For the first time in my life I am attending a Conference where I know no one.  I, the extreme introvert am in a city I don’t know, with no one to help me navigate it.  While parts of the conference have been interesting, –(shamrock crisps from Ireland with real essence of Shamrock in them); inspiring, (hearing Colin Powell talk about how he went from a lackluster student at George Washington University to Chairman of the Joint Chiefs of Staff and then Secretary of State, and how he transitioned out of those jobs when they quickly ended);  to unexpected ( a lesson on Bourbon tasting and my first ever but not my last taste of bourbon).

I have learned quite a bit about the new work I will be doing with the Company that has taken me on and accepted me as a member of their team and part of their family.  I can’t wait to share what I have learned with them when I get back and to apply it to my work for them.  But for all of that, there is a loneliness to being here that I can’t shake.  I still have yet to actually meet anyone in a “Hi, my name is Maggie, blah blah blah.” Kind of way.

I was despairing of that tonight when I was walking back from eating dinner on my own at a local restaurant.  I was standing at a crosswalk.  Just before The light changed I decided not to cross the street but rather to continue down the sidewalk instead.  In the process, I bumped into a woman who was out getting her nightly exercise. (I am withholding her name because I failed to ask her permission to use identifying information in this post).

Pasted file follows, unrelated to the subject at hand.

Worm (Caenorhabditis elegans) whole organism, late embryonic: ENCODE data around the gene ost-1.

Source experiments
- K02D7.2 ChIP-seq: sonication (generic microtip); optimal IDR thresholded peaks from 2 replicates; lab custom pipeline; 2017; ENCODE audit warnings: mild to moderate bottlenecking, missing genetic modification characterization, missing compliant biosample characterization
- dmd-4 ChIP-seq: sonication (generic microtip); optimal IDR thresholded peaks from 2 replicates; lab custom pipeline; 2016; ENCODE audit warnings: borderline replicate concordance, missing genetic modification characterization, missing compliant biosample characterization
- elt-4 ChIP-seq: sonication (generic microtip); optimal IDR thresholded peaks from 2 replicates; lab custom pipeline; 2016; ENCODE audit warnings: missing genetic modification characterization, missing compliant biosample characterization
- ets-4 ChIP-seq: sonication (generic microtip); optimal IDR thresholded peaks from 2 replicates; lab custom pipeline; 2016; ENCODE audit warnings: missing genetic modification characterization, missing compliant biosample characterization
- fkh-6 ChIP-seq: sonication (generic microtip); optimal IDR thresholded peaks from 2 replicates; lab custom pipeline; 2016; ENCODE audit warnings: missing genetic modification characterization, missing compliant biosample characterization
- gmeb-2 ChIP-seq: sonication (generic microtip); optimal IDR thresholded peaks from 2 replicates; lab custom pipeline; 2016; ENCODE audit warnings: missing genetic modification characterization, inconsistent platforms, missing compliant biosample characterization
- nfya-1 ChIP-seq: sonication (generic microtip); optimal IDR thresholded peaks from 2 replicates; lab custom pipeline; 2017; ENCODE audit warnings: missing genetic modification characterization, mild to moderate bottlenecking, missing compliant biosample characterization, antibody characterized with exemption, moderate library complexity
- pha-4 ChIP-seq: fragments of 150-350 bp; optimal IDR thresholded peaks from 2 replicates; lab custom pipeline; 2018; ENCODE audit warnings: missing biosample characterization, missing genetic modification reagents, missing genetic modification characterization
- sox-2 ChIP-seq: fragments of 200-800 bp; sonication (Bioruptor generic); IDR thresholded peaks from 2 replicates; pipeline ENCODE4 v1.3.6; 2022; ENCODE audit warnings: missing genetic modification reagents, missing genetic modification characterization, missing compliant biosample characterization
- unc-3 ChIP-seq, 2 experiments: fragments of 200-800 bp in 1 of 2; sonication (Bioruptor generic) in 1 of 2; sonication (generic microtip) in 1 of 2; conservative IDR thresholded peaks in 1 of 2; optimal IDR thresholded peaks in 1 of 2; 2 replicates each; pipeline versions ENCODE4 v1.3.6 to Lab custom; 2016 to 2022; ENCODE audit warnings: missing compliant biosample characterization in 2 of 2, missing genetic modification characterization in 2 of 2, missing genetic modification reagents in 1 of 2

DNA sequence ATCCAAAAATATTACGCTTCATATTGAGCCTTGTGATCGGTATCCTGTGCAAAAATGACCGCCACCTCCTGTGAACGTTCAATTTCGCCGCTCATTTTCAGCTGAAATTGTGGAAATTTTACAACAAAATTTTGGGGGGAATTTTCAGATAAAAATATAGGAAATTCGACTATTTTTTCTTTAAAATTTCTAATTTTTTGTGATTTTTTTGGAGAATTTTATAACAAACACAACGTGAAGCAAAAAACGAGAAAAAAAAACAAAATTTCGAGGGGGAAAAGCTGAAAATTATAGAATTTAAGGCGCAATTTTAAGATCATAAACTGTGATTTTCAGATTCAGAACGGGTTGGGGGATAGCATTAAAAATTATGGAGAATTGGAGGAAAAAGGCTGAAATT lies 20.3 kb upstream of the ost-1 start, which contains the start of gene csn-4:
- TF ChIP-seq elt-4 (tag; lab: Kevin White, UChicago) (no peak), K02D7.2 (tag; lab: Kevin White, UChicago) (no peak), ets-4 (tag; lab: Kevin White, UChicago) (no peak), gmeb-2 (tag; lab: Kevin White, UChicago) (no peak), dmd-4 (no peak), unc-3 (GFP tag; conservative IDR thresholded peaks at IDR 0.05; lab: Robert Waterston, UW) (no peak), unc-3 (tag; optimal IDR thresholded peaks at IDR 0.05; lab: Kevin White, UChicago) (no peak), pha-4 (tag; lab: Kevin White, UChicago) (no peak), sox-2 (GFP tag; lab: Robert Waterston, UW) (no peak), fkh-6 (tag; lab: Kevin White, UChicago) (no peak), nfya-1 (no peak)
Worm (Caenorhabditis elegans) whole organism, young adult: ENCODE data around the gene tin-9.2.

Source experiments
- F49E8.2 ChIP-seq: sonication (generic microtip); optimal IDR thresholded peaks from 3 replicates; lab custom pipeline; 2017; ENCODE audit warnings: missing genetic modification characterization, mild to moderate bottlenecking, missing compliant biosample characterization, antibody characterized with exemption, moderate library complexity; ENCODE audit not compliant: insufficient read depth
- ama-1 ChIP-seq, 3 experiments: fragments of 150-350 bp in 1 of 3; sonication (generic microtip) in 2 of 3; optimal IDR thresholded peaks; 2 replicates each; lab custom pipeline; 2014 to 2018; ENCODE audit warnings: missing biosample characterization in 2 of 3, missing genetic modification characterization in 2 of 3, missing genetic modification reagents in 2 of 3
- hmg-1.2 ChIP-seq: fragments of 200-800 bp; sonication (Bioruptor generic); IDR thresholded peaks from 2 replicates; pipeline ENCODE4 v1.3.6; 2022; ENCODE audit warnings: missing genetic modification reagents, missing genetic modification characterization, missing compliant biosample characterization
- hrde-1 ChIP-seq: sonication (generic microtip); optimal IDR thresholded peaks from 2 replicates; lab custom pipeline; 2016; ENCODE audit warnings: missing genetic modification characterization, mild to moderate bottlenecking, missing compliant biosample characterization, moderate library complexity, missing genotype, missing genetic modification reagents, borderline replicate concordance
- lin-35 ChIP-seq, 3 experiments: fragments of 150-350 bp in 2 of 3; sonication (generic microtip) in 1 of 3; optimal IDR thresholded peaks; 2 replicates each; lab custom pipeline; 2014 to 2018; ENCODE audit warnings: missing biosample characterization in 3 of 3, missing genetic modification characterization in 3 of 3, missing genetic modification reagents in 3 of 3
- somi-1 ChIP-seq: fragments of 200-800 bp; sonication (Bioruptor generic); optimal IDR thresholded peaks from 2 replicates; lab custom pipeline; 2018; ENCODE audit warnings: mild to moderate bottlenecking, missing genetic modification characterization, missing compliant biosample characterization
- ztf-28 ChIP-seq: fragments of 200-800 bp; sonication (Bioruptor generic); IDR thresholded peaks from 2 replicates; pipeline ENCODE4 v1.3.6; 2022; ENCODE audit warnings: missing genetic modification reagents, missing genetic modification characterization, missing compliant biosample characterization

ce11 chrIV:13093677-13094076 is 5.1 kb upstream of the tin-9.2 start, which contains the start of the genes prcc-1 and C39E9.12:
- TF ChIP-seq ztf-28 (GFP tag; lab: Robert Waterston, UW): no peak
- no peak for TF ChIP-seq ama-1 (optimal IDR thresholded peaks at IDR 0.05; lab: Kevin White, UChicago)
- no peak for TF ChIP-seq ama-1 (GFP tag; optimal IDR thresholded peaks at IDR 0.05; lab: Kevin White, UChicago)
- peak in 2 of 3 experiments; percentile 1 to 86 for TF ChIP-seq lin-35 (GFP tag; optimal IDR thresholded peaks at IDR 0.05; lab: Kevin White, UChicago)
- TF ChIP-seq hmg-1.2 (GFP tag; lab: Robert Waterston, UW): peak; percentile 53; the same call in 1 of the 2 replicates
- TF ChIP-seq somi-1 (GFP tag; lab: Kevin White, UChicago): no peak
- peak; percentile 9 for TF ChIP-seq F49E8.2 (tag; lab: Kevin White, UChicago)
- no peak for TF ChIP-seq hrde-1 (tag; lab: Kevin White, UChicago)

We apologized to each other for the jostling, and since we were headed in the same direction, struck up a conversation about the weather, and walking vs running for exercise.  She assumed I was from Lexington, but I told her I was just visiting. I then asked her for directions to the local branch of my bank where I was headed to deposit a check.  I thought I was heading in the right direction but wanted to be sure. 

Since she was out for exercise anyway she volunteered to walk with me. In the space of the nine or ten blocks we had a deeply spiritual conversation.  We, both of us, filled a need for the other.  God had ordered our steps so very carefully to place us on the exact corner at the exact moment so that we would meet, because we each had a spiritual need to be filled.  

For that nice bit of time, I didn’t feel so all alone in this city where I know no one at all, and she got some spiritual insight into a situation she had been dealing with that she hadn’t been able to talk with anyone about.  I am often amazed, but never surprised at how God’s plans for us all fit together so perfectly.

I may never see her again in the time I am here, or I may see her tomorrow night when I eat dinner at the restaurant where she works, but either way, I will never forget her.  

God is good, all the time.